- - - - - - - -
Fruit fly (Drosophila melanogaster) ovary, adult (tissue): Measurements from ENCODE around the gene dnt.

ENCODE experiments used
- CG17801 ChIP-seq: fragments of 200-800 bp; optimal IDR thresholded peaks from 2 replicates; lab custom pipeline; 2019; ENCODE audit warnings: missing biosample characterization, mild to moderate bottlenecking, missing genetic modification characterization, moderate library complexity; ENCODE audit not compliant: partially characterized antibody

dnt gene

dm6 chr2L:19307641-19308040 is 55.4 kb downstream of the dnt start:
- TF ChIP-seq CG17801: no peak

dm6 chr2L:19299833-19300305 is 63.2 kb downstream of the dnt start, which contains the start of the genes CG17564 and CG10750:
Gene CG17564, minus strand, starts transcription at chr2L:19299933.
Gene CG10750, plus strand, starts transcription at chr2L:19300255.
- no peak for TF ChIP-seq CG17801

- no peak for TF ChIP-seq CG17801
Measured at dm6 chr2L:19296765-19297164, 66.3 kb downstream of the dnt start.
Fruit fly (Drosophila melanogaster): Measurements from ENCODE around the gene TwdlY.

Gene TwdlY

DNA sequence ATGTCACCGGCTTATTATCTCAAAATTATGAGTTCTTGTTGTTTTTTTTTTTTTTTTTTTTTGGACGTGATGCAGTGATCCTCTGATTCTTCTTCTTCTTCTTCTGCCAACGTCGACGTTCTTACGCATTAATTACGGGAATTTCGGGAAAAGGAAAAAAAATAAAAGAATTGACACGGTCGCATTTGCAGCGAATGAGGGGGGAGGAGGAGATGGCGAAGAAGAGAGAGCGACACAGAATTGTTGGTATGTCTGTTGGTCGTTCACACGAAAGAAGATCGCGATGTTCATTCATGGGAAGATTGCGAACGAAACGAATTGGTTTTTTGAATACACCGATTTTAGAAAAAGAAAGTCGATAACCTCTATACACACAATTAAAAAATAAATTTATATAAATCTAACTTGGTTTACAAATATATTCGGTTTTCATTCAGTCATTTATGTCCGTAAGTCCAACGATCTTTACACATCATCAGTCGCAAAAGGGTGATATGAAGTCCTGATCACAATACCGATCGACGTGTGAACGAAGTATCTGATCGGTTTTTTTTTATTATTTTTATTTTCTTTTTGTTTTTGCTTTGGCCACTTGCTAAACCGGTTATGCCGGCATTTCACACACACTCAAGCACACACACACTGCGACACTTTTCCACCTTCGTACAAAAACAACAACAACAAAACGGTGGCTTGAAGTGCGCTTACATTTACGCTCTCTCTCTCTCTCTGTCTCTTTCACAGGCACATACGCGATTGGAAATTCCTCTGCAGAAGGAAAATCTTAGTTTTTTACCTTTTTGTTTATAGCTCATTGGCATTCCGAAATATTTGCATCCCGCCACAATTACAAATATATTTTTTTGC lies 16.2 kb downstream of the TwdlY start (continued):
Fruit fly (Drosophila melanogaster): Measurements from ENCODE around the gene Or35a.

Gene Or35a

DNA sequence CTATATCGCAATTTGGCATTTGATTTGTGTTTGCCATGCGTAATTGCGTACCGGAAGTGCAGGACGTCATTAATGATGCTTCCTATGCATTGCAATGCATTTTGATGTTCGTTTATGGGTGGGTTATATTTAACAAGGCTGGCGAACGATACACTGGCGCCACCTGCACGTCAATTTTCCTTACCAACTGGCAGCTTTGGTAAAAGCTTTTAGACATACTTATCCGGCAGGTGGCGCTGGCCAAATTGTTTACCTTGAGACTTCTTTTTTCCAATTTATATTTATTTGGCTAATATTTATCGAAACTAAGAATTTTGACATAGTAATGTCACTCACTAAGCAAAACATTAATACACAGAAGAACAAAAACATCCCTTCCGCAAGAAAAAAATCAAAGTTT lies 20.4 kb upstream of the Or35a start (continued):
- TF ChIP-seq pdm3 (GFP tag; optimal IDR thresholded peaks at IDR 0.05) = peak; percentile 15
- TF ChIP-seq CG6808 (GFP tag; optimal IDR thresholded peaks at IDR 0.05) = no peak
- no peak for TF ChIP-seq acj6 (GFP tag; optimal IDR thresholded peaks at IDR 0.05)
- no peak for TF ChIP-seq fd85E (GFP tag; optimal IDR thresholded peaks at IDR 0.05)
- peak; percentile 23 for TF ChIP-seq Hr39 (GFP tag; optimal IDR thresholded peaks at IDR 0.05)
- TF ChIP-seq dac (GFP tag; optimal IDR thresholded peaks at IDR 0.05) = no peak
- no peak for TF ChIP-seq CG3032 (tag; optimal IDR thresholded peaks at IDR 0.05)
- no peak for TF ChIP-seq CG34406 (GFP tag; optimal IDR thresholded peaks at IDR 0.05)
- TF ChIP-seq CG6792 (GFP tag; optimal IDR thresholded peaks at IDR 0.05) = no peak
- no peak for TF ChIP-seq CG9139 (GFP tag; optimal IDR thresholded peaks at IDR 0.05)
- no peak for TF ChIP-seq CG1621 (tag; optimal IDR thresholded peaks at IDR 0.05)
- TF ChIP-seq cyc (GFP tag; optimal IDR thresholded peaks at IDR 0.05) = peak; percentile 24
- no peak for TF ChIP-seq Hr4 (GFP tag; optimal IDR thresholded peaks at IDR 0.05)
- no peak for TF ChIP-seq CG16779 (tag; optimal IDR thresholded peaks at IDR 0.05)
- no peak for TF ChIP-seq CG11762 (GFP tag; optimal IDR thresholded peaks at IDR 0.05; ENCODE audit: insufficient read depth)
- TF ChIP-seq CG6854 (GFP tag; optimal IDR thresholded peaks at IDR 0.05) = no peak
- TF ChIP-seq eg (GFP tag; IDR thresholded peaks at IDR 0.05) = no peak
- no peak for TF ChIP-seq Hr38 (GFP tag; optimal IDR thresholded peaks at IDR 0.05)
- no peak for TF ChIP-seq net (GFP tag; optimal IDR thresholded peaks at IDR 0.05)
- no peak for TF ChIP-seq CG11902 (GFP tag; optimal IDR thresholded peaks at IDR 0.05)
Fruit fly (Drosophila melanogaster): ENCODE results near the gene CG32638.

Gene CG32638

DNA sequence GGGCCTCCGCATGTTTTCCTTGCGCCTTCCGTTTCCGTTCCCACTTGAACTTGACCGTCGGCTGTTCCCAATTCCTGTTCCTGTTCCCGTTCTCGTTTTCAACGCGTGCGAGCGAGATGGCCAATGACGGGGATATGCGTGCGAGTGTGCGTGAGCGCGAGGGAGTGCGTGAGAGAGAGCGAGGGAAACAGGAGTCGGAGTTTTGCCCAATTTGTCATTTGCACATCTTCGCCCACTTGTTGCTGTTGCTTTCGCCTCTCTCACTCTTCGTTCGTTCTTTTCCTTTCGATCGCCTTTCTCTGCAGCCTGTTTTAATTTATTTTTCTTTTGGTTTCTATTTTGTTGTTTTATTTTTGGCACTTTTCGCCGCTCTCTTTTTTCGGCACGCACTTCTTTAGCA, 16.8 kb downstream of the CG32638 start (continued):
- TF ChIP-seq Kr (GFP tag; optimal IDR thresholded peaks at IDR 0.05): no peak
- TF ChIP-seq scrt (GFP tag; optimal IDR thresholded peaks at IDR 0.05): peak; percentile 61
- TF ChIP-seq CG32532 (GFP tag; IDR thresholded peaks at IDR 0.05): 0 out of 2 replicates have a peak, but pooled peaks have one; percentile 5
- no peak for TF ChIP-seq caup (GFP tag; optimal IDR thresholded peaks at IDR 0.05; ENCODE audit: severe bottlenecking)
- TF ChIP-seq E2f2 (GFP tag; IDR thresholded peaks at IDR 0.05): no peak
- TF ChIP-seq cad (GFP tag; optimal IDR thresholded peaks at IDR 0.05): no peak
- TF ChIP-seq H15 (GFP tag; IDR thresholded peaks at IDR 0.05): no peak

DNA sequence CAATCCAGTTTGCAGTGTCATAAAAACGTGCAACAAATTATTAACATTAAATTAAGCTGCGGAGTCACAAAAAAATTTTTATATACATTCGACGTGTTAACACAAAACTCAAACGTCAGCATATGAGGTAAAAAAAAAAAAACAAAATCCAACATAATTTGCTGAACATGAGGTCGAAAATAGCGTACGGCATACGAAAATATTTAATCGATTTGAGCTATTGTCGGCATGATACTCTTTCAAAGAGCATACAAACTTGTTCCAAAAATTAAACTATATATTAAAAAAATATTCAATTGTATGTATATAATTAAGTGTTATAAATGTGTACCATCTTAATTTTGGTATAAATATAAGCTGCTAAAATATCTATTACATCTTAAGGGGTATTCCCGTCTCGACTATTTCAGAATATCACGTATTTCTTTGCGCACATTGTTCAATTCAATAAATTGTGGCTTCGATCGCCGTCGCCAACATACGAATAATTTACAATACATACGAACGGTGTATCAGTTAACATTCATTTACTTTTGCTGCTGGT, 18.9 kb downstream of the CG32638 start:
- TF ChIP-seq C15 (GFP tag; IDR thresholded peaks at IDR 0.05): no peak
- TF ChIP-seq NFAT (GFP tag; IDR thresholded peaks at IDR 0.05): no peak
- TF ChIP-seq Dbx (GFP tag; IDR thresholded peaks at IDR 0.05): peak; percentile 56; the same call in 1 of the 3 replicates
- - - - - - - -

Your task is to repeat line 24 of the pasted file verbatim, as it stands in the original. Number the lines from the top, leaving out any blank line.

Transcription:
- TF ChIP-seq dac (GFP tag; optimal IDR thresholded peaks at IDR 0.05) = no peak